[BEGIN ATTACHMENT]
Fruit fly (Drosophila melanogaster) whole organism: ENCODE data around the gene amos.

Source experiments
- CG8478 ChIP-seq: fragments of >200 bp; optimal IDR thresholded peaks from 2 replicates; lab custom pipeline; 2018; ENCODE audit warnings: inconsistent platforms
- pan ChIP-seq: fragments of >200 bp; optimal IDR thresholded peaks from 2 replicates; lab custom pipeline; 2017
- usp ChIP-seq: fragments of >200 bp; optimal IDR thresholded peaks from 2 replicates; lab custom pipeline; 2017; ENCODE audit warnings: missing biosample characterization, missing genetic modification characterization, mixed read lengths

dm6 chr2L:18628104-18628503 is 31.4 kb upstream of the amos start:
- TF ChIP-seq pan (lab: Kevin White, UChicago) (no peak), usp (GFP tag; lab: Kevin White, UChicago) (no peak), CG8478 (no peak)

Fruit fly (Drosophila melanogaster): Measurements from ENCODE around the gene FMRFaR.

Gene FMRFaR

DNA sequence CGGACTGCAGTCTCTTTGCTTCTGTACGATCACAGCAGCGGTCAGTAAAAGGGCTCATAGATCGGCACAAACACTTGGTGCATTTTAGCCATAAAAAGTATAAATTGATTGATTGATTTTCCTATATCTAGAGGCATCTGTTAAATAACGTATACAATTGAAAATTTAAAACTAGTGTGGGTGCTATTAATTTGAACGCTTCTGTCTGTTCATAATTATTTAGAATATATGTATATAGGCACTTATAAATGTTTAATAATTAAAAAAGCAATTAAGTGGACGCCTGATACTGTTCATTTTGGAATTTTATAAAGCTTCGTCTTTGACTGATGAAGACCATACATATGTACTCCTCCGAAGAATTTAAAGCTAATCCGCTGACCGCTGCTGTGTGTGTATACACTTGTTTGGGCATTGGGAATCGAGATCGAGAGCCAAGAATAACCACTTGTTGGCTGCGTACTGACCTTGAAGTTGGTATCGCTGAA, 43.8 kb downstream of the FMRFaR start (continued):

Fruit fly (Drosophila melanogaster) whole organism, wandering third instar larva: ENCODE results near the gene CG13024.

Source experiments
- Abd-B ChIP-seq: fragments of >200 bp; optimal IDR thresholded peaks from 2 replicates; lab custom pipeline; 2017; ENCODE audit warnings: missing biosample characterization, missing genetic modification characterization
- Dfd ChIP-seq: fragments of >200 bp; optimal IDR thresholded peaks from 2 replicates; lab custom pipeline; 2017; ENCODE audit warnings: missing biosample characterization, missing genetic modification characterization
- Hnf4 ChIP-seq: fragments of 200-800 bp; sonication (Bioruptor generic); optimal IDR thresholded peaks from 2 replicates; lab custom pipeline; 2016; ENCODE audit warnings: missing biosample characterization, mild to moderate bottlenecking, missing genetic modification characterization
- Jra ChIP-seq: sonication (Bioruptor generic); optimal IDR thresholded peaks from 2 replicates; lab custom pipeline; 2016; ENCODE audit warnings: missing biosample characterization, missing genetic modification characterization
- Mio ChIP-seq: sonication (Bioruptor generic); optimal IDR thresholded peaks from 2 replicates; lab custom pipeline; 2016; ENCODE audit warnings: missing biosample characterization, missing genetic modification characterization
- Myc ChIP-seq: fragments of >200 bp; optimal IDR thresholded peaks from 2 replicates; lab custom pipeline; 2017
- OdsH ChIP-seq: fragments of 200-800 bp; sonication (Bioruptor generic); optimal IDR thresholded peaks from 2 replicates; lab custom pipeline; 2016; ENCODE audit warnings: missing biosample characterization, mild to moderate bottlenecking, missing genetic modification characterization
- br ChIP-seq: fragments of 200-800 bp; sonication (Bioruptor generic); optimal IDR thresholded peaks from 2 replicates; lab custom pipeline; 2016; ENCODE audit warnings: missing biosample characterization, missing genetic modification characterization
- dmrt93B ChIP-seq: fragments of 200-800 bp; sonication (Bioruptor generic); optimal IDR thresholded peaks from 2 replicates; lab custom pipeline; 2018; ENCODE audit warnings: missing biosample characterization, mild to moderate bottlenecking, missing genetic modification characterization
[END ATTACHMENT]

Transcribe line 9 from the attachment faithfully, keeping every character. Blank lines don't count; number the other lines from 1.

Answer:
Gene FMRFaR